While the highly digitized world creates new opportunities, the online space comes with new threats and inherits many often problematic social phenomena. In our latest under CTRL episode, we dived deeper into various forms of online surveillance and how these affect marginalized groups with human rights defender, hacker, and security trainer Matt Mitchell.
Read on for intriguing insights into the digital safety of journalists and what concrete precautions individuals and nonprofits can take to secure their online work and identity.
1. Corporate surveillance is supposed to be threat prevention but often becomes too intrusive
Matt agrees that cyberattacks and insider threats are among the top risks for organizations, which gives them plenty of reasons to use employee-tracking tools. However, the biggest challenge is not crossing the fine line between security precautions and privacy abuse.
Recalling his previous work in corporate surveillance, Matt explains: “It looks like endpoint protection, but it’s really focused on the humans. So, it’s like you'll put something on the machine that will monitor things like the size of the download, the size of the uploads, network activity, every website that's been visited.”
2. Protecting the digital safety of journalists should happen on both an individual and organizational level
Having helped journalists protect their work and communications, Matt can offer some unique insights on why they often neglect online security. “Journalism is a strange animal where the motivation/time is the enemy. (…) There's not a lot of room for things that slow you down, like being private and being safe.”
Still, he believes that security should be handled on an individual and system level alike – at small newspapers and bigger publishing houses. Since, in many cases, malicious actors target the weakest link in an organization instead of the most prestigious reporters.
3. Personalized, lifelike training courses have the biggest impact on educating journalists on digital security
“You need to spend some time getting [the journalists’] trust and understanding their field of expertise. (…) And all your lessons need to be steeped in that language, and that workflow, and those pressures.” Matt designs his courses in line with this educational approach, starting with basic protection tips (like getting a fireproof bag for storing written notes and physical documents) to taking more sophisticated precautions (such as using encrypted note-taking apps).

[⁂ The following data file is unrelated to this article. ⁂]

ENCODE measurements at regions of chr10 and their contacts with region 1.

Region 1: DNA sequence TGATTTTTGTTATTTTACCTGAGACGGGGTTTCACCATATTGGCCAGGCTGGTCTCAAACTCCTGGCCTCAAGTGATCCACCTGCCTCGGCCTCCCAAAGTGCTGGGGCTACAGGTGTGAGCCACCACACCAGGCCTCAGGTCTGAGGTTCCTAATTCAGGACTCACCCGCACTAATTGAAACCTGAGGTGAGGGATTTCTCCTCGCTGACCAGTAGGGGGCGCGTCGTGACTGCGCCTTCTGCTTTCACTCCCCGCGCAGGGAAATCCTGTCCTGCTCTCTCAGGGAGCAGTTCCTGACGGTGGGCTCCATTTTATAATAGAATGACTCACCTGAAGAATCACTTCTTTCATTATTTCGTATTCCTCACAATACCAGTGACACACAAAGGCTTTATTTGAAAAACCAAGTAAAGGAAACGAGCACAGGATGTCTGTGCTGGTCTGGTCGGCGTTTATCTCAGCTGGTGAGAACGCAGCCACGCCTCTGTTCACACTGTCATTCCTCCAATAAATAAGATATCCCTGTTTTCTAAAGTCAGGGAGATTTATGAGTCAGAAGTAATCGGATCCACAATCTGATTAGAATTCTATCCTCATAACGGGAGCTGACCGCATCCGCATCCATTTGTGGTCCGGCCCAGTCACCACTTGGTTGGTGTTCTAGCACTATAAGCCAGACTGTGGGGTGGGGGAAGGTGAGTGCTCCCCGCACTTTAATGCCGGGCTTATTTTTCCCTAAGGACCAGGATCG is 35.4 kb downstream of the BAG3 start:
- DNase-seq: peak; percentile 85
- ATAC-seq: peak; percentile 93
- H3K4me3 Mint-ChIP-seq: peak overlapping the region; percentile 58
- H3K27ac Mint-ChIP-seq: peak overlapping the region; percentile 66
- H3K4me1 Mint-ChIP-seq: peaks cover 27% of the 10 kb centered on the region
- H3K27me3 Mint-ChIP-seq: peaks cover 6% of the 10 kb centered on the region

He emphasizes the importance of mastering tools, such as Signal, and all their functionalities. The learning curve can take up to a year – but in the end, journalists should be capable of encrypting their device to protect it in the event of loss or theft.
4. Tacking back control over their online privacy can be life-changing for marginalized groups
The online space provides a new platform for discrimination and social injustice in the form of online harassment, surveillance etc. Matt regularly observes that scapegoating minorities is a typical human response to unknown and uncontrolled events. Unfortunately, this leads to a greater level of surveillance and privacy abuse in marginalized communities.
CryptoHarlem was born out of this realization, which drove Matt to help black communities live a safer and more private digital life. As Matt puts it: “Privacy is a door so that you can let someone in and invite them into your home.”
5. Cybersecurity is a building block for turning NGOs into resilient organizations
With the Ford Foundation’s BUILD program, Matt and the team support nonprofits worldwide to achieve organizational maturity. Matt believes that building up an organizations’ cybersecurity muscles should start with simple, easy-to-adopt steps like taking out cybersecurity liability insurance or creating a minimum viable security policy.
+ 6. Bonus tips:
If you are in the mood to learn more about cybersecurity, surveillance, and NGOs, check out the following resources Matt recommended:
- Digital Detox Kit – gives concrete suggestions on all things online privacy and security
- The Citizen Lab: Dark Basin – the story of uncovering a world-spanning hack-for-hire operation
- Simone Browne: Dark Matters – a history of surveillance practices targeting black communities
If you’d like to dive deeper into our interview with Matt, you can check out the full episode here: